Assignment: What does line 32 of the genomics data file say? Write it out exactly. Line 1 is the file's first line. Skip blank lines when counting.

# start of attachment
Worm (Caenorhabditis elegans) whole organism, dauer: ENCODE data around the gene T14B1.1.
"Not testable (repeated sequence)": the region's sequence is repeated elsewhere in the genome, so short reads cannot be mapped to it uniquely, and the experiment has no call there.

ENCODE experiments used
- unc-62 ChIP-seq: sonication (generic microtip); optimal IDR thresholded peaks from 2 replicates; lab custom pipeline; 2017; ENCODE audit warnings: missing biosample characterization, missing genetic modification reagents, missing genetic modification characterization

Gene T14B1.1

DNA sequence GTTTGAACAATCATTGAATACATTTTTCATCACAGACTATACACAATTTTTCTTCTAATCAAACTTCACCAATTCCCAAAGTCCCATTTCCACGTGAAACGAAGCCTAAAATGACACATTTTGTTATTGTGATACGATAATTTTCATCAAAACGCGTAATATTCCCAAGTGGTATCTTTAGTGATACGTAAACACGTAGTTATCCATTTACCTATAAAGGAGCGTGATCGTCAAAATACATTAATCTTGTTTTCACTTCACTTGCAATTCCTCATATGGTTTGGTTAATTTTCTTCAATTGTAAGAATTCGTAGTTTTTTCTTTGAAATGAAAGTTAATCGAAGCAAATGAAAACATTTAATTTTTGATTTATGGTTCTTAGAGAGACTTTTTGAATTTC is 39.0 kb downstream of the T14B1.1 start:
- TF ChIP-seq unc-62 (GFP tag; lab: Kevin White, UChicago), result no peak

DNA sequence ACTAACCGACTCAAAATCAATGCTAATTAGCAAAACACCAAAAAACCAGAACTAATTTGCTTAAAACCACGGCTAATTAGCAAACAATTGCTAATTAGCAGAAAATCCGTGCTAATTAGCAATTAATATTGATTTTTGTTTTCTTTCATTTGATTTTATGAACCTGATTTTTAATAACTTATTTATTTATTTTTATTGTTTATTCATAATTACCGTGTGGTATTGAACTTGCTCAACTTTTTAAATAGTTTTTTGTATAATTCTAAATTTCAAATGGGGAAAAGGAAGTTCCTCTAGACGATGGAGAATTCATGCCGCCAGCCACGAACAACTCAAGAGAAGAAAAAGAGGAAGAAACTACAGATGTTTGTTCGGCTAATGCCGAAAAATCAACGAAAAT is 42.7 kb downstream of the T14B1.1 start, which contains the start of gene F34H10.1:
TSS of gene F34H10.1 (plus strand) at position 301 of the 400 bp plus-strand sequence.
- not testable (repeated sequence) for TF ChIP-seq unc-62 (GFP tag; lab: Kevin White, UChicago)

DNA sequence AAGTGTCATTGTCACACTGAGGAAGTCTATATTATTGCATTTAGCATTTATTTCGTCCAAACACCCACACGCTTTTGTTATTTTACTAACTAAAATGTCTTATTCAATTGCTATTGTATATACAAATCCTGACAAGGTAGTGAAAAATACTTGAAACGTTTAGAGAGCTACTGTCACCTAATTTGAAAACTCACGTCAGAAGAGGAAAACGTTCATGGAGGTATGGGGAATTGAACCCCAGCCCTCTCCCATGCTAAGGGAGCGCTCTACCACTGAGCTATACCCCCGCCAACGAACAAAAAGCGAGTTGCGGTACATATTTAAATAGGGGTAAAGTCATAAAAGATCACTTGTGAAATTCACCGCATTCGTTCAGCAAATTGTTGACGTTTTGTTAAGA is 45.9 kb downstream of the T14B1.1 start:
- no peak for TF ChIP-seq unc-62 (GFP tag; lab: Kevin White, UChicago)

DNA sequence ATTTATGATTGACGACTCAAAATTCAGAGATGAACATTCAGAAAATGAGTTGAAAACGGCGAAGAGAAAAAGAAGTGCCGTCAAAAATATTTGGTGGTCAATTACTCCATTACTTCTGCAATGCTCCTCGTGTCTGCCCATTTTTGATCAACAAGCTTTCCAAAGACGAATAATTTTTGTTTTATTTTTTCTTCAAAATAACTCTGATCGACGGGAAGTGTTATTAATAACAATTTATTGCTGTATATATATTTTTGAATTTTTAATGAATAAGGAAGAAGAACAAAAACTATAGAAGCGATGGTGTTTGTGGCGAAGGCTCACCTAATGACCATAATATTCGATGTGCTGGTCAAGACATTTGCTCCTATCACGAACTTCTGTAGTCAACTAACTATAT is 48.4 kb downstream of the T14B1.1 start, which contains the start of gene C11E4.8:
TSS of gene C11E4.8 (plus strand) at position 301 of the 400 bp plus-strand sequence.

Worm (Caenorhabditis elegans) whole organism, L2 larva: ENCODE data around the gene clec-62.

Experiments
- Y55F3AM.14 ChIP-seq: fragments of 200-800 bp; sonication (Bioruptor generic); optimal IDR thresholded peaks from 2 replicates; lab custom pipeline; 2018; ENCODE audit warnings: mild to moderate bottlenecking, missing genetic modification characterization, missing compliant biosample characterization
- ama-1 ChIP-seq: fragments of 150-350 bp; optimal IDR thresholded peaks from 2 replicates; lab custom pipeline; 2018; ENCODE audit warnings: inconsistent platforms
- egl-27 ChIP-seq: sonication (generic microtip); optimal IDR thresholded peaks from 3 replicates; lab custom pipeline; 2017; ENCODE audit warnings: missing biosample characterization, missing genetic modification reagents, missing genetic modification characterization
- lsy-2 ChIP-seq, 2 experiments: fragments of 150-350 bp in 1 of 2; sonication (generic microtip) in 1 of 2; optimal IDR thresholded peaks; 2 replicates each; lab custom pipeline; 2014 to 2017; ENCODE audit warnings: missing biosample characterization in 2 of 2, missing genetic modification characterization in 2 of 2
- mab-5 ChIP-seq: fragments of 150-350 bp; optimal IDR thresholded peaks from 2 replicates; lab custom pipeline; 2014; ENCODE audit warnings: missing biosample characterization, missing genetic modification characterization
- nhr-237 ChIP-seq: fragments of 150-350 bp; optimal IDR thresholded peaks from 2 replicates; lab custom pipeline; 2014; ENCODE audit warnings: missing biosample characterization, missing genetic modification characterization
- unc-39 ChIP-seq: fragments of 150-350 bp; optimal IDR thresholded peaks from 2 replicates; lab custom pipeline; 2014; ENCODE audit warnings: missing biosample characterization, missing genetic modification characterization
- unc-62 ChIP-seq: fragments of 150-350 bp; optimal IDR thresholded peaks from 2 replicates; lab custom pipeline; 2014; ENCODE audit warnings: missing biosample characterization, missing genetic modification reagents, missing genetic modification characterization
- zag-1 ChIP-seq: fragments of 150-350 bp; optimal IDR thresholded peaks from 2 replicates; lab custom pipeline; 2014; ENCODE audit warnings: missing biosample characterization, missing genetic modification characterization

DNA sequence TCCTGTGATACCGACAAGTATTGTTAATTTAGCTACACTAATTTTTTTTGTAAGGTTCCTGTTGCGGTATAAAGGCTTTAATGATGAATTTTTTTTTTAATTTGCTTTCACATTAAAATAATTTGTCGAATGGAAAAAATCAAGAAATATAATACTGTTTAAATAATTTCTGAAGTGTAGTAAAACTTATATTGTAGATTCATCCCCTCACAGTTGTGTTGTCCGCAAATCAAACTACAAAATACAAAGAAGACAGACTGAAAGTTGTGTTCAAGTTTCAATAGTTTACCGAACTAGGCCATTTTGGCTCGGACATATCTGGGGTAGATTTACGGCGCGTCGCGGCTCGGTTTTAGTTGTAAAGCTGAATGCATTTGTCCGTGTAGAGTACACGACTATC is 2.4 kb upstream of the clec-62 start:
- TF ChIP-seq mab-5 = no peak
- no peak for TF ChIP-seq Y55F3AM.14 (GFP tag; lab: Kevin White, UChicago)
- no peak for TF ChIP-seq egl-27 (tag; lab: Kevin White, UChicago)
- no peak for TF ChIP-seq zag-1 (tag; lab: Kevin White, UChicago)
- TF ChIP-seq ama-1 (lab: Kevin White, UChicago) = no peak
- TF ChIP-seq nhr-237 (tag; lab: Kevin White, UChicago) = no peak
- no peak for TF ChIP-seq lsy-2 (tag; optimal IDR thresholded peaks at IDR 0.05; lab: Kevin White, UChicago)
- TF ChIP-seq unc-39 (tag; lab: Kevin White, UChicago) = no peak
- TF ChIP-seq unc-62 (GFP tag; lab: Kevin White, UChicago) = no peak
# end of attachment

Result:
- TF ChIP-seq nhr-237 (tag; lab: Kevin White, UChicago) = no peak